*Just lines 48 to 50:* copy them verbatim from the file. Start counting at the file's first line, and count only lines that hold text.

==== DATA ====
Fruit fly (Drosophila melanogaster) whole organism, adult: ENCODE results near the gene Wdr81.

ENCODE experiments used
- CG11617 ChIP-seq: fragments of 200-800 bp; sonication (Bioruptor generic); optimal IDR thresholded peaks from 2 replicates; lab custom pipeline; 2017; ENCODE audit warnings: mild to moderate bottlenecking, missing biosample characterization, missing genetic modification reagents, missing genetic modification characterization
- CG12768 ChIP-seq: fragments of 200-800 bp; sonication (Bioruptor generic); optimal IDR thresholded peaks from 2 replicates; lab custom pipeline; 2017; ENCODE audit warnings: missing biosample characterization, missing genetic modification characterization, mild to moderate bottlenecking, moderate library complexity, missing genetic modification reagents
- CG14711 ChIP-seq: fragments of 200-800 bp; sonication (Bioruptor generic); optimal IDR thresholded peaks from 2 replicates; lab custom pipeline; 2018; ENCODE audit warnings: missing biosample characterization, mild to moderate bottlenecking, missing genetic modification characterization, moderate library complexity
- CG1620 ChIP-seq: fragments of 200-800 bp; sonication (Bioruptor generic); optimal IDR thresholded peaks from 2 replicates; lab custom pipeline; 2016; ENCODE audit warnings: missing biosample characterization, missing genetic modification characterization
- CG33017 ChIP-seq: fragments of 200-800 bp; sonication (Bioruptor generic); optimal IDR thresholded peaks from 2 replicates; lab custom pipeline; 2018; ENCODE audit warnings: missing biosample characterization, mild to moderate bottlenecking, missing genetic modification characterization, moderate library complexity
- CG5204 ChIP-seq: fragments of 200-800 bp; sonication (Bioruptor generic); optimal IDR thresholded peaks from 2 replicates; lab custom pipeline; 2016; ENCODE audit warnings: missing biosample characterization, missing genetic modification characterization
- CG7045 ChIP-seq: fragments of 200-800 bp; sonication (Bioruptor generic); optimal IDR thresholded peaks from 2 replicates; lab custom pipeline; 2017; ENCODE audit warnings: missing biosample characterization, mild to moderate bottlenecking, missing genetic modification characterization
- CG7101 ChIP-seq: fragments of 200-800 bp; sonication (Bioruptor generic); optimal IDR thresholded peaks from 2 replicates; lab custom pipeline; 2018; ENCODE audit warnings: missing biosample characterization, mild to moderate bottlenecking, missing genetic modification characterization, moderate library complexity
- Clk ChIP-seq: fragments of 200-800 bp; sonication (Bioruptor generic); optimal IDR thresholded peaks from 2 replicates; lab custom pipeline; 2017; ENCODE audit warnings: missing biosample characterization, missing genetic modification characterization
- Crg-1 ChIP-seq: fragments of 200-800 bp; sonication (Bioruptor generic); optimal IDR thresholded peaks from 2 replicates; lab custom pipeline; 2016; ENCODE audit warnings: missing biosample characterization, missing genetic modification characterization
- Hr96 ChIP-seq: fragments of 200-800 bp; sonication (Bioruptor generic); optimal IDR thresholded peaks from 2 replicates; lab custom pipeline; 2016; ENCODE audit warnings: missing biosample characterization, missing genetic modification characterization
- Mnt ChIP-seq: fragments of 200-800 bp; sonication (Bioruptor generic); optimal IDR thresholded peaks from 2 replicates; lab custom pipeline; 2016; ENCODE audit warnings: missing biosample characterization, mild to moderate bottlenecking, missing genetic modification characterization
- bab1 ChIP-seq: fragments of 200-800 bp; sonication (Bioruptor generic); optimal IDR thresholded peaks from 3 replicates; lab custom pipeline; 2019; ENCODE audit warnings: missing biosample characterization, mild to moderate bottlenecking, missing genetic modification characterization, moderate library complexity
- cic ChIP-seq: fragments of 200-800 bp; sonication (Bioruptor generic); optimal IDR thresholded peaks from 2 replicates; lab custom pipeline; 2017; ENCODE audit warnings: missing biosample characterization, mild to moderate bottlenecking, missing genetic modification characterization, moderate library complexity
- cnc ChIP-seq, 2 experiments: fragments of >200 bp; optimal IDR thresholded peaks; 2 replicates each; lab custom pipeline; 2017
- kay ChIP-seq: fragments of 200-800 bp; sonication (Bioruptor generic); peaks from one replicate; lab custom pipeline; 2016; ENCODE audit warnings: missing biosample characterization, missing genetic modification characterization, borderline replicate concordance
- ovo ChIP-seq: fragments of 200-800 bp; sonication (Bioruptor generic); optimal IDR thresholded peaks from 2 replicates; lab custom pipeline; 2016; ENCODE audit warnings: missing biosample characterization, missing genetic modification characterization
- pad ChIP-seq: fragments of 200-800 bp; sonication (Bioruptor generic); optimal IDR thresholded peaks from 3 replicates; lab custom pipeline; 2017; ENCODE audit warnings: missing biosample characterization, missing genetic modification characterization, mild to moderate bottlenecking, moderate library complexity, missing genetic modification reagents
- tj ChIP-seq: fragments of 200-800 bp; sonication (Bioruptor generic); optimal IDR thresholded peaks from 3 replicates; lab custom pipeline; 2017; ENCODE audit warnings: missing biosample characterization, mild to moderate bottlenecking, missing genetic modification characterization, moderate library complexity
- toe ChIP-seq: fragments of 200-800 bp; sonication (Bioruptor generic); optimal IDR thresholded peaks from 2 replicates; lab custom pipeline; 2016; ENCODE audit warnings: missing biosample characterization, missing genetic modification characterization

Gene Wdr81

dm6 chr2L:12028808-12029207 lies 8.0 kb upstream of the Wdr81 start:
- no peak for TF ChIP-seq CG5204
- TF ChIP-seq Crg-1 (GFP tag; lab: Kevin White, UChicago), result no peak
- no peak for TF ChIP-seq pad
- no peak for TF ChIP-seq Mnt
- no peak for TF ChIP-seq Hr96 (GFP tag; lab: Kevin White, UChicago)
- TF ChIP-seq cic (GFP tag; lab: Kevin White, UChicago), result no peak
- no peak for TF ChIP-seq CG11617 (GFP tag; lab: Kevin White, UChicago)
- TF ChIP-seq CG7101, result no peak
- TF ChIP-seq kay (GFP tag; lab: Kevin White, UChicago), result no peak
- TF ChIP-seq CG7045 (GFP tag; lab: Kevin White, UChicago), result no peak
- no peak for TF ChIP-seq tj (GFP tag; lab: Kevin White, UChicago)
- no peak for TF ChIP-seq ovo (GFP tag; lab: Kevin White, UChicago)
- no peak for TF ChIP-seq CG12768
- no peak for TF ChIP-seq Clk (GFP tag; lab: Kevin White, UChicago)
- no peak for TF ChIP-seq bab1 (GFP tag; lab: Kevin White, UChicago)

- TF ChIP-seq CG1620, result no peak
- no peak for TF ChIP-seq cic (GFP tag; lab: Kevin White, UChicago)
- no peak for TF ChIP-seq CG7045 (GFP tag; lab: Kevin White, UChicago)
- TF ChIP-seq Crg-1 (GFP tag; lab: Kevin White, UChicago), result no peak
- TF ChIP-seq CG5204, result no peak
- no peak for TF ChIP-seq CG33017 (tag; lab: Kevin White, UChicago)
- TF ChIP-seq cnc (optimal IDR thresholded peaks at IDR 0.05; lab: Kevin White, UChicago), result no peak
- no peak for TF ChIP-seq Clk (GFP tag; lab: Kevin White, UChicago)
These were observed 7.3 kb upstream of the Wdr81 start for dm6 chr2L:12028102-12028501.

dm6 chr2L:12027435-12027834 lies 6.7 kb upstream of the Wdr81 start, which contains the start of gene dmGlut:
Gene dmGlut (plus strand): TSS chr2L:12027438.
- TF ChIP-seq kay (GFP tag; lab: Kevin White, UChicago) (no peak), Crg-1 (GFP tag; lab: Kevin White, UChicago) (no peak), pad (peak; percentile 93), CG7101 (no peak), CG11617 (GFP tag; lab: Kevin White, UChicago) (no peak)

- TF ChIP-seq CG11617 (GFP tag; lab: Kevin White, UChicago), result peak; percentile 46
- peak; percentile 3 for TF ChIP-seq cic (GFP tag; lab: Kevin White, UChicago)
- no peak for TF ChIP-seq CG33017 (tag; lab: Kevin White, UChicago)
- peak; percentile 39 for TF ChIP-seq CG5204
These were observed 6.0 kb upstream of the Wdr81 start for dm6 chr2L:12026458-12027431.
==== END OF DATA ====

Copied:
These were observed 7.3 kb upstream of the Wdr81 start for dm6 chr2L:12028102-12028501.

dm6 chr2L:12027435-12027834 lies 6.7 kb upstream of the Wdr81 start, which contains the start of gene dmGlut:
Gene dmGlut (plus strand): TSS chr2L:12027438.